Friday, May 28, 2010

Things I Don't Need: a sequel that (thankfully) lacks "oomph."

This morning, as I returned from early morning therapy (might work better than the afternoon session, time-wise), I found a note on my van. The van had been parked a few houses down the street in order to facilitate the moving of large items into the garage. I had planned on moving it back in...eventually. The note read

"I hit your car. Please call me. {number} {name of neighbor}."

Oh, you hit the car? (looking around) I don't see anyth-- HOLY CRAP.

It's BAD. Going to need some major body work around the driver side, in front of the door area. The door opens, but poorly.

He is involving insurance. Hopefully this will be a pretty easy fix. Even if it takes awhile.

I know the guy too. When I called him in response to his note, I told him that I had met him at our other neighbor's party in December and that I was in 2nd grade with his son.

But compared to some of the previous entries in the "things I don't need" series, this is small potatoes. Because you see, it isn't cancer.

Thursday, May 27, 2010

Run Away

While it feels nice to deal with typical 2-year-old problems, I'm at the point where I need some help with this one.

The Boy has developed a habit of running from me. Pretty much whenever he gets the chance. He does it when I am attempting to strap Meatball in his carseat. Or, in the house, when I am trying to dress him. Or in the yard, when he decides that he'd like to go for a walk. Or in a restaurant, when he decides that he is bored.

Not going on outings for the next several years certainly occurred to me. However, that's not much fun.

I know that this is a typical two-year-old problem. And I know that each situation may have its own solution. Today, when I was at a restaurant with a friend and her daughter, I bit the bullet and put The Boy in a high chair instead of letting him sit in a regular chair, as he has usually done. When it is an option, I don't mind walking The Boy around in a restaurant while we wait for food. As for getting dressed, there is only so much space in the house, and it isn't too tricky to get him while still keeping Meatball safe.

But what in the world do I do when I tell him to stay with me while I put Meatball in the carseat and he just takes off? When I can use the stroller, I do, because he'll stay in there. At least long enough to get buckled. But if I'm carrying Meatball, I have to put him down before taking care of The Boy. In both cases today where he ran off, he ended up halfway down the block. The second time, he was picked up by a very understanding woman (who has little kids of her own) and delivered back to me.

Plenty of people who otherwise don't find spanking to be effective will employ it in cases like this. Not gonna lie--it crossed my mind. But I don't see it working with The's as if he waits for his moment and exploits it, and spanking won't change that. There are also various baby-leashes, and I just don't see myself doing that either. It's degrading for both of us. Not that I care what people think, but I don't want people seeing me using a leash for my kid.

I think I just have to be more vigilant, and more careful, whenever I am trying to take both kids out somewhere. I have to put Meatball in the carrier more often, or use the stroller when I need to and even when I think I don't. And if I think he needs to sit in a high chair at a restaurant, then that's where he will sit. He really didn't complain about it this afternoon, truth be told.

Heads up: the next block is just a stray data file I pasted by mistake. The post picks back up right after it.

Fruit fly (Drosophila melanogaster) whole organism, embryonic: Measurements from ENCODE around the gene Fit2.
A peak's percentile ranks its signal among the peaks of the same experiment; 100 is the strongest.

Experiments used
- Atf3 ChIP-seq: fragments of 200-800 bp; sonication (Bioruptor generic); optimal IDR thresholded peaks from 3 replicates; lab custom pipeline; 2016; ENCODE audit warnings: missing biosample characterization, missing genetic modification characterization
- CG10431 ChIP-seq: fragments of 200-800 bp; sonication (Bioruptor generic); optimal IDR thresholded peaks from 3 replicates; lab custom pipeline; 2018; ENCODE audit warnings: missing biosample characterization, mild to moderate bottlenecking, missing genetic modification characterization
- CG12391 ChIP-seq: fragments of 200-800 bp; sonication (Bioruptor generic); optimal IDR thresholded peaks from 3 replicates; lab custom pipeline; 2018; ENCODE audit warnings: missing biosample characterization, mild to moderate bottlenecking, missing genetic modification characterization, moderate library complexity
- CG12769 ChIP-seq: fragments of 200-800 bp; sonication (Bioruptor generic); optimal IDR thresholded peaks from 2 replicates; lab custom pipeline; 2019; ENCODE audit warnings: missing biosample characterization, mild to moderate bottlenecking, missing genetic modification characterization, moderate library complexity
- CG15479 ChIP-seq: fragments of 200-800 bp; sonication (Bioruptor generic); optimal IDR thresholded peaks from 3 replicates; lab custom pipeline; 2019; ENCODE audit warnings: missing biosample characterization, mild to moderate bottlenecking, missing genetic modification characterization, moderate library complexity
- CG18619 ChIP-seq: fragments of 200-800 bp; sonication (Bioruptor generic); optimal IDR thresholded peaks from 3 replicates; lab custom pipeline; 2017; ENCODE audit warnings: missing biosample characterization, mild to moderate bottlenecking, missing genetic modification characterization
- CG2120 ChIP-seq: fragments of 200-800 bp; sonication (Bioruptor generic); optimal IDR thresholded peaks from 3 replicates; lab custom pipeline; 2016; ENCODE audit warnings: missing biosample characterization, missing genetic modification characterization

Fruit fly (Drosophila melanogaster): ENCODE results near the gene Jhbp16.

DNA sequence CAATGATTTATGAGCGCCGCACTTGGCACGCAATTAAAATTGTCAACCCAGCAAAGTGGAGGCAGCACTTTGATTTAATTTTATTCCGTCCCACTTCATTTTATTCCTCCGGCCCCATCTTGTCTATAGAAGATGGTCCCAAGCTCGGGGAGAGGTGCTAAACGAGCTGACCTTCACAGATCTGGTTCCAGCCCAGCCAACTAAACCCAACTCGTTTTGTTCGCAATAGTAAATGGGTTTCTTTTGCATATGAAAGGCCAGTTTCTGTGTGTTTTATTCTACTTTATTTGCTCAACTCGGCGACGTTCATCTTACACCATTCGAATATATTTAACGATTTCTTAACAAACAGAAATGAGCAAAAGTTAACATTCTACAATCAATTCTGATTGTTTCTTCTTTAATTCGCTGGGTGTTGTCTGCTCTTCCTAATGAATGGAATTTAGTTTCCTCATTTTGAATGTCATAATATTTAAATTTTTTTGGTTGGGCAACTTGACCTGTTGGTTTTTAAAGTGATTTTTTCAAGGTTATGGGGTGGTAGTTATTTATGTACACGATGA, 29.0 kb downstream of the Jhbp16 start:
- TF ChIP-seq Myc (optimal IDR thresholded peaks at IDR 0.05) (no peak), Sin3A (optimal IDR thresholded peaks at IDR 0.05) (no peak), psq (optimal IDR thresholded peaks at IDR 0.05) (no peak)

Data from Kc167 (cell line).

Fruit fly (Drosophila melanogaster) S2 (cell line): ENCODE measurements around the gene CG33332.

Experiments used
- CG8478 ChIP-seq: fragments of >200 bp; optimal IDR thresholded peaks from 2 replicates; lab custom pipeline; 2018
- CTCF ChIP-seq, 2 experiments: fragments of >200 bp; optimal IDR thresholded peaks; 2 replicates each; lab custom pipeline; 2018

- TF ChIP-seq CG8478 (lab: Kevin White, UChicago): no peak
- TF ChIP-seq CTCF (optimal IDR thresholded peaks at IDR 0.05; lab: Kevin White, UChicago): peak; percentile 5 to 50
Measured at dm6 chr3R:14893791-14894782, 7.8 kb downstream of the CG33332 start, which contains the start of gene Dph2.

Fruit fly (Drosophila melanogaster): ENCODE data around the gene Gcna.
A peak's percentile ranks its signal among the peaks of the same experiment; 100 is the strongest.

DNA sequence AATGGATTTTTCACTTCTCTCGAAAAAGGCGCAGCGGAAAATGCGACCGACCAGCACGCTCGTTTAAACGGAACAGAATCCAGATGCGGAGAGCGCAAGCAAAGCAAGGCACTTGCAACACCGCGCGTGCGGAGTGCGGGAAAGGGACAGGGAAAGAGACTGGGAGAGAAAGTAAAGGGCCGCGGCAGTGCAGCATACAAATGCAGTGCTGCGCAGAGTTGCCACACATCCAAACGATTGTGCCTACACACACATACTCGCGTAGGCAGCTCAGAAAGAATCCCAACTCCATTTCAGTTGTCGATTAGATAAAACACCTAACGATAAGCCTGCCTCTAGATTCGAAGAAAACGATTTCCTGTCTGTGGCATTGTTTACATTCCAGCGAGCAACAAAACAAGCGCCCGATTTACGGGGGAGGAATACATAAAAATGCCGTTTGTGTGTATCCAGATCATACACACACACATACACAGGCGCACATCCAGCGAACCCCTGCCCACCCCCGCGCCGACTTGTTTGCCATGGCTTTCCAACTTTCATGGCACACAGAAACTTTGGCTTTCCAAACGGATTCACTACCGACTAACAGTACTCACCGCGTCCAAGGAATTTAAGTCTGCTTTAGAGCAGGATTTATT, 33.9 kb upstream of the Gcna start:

I want him to be a big boy. I want him to be able to grow up and make good decisions. But he's a 2-year-old. Despite the fact that he possesses the capacity to do things like sit in a regular chair at a restaurant, stay next to me when I ask him to, and take himself to the bathroom instead of pointedly pooping on the floor whenever I'm not paying attention, he's not going to do it just because he can.

It's a power struggle.

But the mistake that I won't make, because I'll just become an angry harried mom, is trying to struggle with The Boy. I need to get ahead of him and act, rather than react. That's my job. He just needs to do what he's going to do and I need to set him up for success.

Even so...I would always appreciate suggestions as to how to stop him from running away.

Wednesday, May 26, 2010

It goes around, it comes around

I've always held the belief that there are very few quick fixes, and even something as simple as taking cold medicine comes at a price. One of my friends told me, many MANY years ago, that while cold medicine does offer some relief, you're really just pushing the symptoms off rather than allowing your body to work through the virus naturally.

Another typical example of payback might be the hangover. Drink too much? You wake up feeling like crap.

Sometimes you're trading one problem for another. My husband suffers from allergy-induced respiratory issues. He is feeling the effects of the great outdoors right now and was debating whether to take Benadryl before bed. If he takes it, he wakes up feeling fuzzy for awhile. Fortunately, he rides the bus to work. If he doesn't take it, he wakes up stuffy.

Obviously, there has to be a cost-benefit assessment with every choice made. It wasn't too long ago that they made it acceptable for drug companies to advertise on television. It is exciting to watch--they talk about this wonderful fix-all-better pill for 10 seconds and spend the rest of the time talking about the side effects. Your acid-reducer is going to give you diarrhea and make you anemic? Oh boy!